The ways in which people choose to memorialise hardship, conflict or upheaval offer illuminating insights into the human psyche and post-conflict justice and also provide valuable information about a society, government or culture. Attention to the role that memory plays in helping people move beyond tragedy is especially pertinent when citizens make an effort for transition to recovery after devastation. However, what of a nation that exists in a state of denial and consciously chooses to ignore the markers of history. The latest Art Chowk show in Karachi, titled, ‘Amnesia? The loss of cultural memory’, dwells on this ‘indifference’ to the past.
Five young artists shortlisted for the show interpret the premise with highly individualistic viewpoints. These artists are National College of Arts, Rawalpindi, graduates Ayesha Kamal and Abeerah Zahid, Rabeya Jalil who is currently on a Fulbright Scholarship at the Columbia University, Sana Ali from the Rhode Island School of Design and Zara Mehmood, a teacher at American University in Dubai. Here curator Aasim Akhtar answers questions related to the making of the show.
As a curator please briefly narrate the premise of ‘Amnesia…’ with reference to your mention of ‘orchestrated erasure’—Pakistan’s refusal to ‘look critically’ at past events and impoverishment of ‘the present by denying the past any role through the works of memory’.
There has been an uncanny attempt at erasing the political past from people's lives in Pakistan by whitewashing history. The term 'Amnesia' does not quite connote 'forgetfulness' as 'oblivion' here. Should art be informed by the socio-political happenings in a society or should the artists continue to churn out 'pretty pictures' without any ostensible commitment to dissent? Should art be evocative enough to provoke a debate around identity and crisis or should it continue to grow, impervious to contemporary issues?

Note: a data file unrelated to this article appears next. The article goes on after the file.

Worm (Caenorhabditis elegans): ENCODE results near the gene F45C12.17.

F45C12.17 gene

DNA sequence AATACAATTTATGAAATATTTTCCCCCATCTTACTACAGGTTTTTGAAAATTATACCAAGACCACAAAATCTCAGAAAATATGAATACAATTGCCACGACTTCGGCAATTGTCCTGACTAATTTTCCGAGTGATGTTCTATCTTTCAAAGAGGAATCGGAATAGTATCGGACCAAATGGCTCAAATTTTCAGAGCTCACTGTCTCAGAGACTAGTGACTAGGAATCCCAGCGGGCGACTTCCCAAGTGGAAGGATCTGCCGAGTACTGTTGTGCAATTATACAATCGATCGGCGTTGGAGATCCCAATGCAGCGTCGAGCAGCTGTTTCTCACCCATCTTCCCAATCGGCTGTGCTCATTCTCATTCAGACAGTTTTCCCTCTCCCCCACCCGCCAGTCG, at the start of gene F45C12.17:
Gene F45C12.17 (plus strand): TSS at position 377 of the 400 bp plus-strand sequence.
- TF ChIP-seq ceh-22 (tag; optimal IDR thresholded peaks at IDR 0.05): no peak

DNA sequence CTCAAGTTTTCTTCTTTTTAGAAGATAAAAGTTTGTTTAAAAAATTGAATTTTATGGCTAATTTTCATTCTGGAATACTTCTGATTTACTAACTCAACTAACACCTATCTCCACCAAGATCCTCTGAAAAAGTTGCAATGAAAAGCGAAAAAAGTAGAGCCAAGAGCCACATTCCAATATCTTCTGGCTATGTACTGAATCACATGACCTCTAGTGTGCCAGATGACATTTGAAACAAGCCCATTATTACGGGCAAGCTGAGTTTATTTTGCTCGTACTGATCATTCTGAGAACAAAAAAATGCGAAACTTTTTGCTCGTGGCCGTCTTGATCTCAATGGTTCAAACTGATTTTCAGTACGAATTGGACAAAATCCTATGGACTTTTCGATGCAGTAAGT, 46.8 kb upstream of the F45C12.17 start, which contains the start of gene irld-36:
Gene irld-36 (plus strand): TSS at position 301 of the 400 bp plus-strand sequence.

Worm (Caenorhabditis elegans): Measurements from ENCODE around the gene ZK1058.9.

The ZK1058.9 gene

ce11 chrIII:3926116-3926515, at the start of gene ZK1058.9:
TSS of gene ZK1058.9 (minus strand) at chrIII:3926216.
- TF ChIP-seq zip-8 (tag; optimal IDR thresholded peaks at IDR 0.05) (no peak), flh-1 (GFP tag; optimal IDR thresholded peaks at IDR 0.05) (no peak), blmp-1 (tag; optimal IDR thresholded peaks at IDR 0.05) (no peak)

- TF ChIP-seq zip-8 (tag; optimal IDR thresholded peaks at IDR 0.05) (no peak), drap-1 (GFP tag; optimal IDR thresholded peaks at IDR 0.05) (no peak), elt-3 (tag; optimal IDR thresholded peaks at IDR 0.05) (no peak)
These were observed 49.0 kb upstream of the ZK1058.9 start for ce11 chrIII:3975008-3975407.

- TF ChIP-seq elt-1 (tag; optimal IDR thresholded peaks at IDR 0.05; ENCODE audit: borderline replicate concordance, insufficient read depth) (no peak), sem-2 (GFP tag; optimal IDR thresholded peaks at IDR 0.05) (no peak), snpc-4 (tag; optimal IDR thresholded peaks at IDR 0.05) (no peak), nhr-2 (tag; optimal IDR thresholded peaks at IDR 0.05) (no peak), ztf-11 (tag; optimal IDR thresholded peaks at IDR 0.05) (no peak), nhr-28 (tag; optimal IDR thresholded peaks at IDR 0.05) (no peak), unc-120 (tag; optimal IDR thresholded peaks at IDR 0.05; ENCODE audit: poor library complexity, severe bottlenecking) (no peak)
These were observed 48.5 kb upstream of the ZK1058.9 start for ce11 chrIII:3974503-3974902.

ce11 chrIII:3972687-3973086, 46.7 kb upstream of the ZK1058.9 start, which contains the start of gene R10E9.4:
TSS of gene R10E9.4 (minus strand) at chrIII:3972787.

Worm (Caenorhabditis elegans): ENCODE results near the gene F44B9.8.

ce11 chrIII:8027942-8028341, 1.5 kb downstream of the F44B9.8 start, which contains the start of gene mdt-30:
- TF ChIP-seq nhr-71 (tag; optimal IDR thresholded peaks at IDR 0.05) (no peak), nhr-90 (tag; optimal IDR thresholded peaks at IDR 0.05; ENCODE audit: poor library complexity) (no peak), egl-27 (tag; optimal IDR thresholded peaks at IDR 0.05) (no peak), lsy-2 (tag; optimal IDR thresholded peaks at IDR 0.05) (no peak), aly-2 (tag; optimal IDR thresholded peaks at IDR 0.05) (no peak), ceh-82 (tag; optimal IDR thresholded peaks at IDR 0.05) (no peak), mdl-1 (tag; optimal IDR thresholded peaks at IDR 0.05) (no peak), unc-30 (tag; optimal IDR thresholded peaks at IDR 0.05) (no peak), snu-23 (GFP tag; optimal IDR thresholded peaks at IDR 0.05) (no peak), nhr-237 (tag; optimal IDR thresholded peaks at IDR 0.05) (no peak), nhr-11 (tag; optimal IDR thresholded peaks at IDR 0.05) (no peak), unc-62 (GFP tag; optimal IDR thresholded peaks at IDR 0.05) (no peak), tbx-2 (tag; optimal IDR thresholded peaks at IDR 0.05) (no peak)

The divergent voices in 'Amnesia' layer up images and meanings to call up psychological projections where melancholy and despair are tempered with hope and awe, without necessarily being autobiographical.
How did you shortlist the artists for ‘Amnesia…’ were you looking for a particular kind of art practice that would best translate ‘The loss of cultural memory’ visually?
To begin with, I decided to shortlist younger Pakistani artists whose process of work demonstrated an unstinting investigation of pictorial space, perspective and multiple points of view in representational painting—younger men or women who had an 'alternative' or 'subliminal' approach to art making rather than the illustrative/narrative brief. It has been a matter of sheer coincidence that all five finalists to participate in 'Amnesia' turned out to be female!
The works on show serve to dismantle some of the more persistent misconceptions about painting and art making in general.
Generally meanings have to be extracted from abstruse artworks and the ‘Amnesia...’ pieces, disparate and coded when seen independently, cohere and reveal themselves when viewed in relation to your statement/essay The bruised garden. Is this relationship between art and text a deliberate exercise?
It almost appears to be a deliberate exercise in this particular case because when viewed in the light of my curatorial practice, the theoretical model is as significant as its visual interpretation. The artists have put many different images together to create another kind of image in the viewers’ eye. The term 'Amnesia' captures the artists' way of creating an overall, meaningful pictorial space of multiple illusions, using discrete, summary and evocative fragments. They have created nonlinear, symbolic narratives with an integrity of purpose, visual acuity and voice that is entirely their own. Now that Pakistani art enjoys global viewership what in your opinion is the role and responsibility of a curator?
Even before one begins to consider its global viewership, Pakistani art and its curator should try to relocate it in a modern, urban context where simultaneity of historical antecedents and contemporary voices find a common ground. It's a tightrope to straddle risking a fall at each step. Academic training and background in museum studies and curatorial practice with all their ramifications is also essential before one embarks on this precarious journey. One should be made to realise that drilling holes in the walls is not curatorial practice!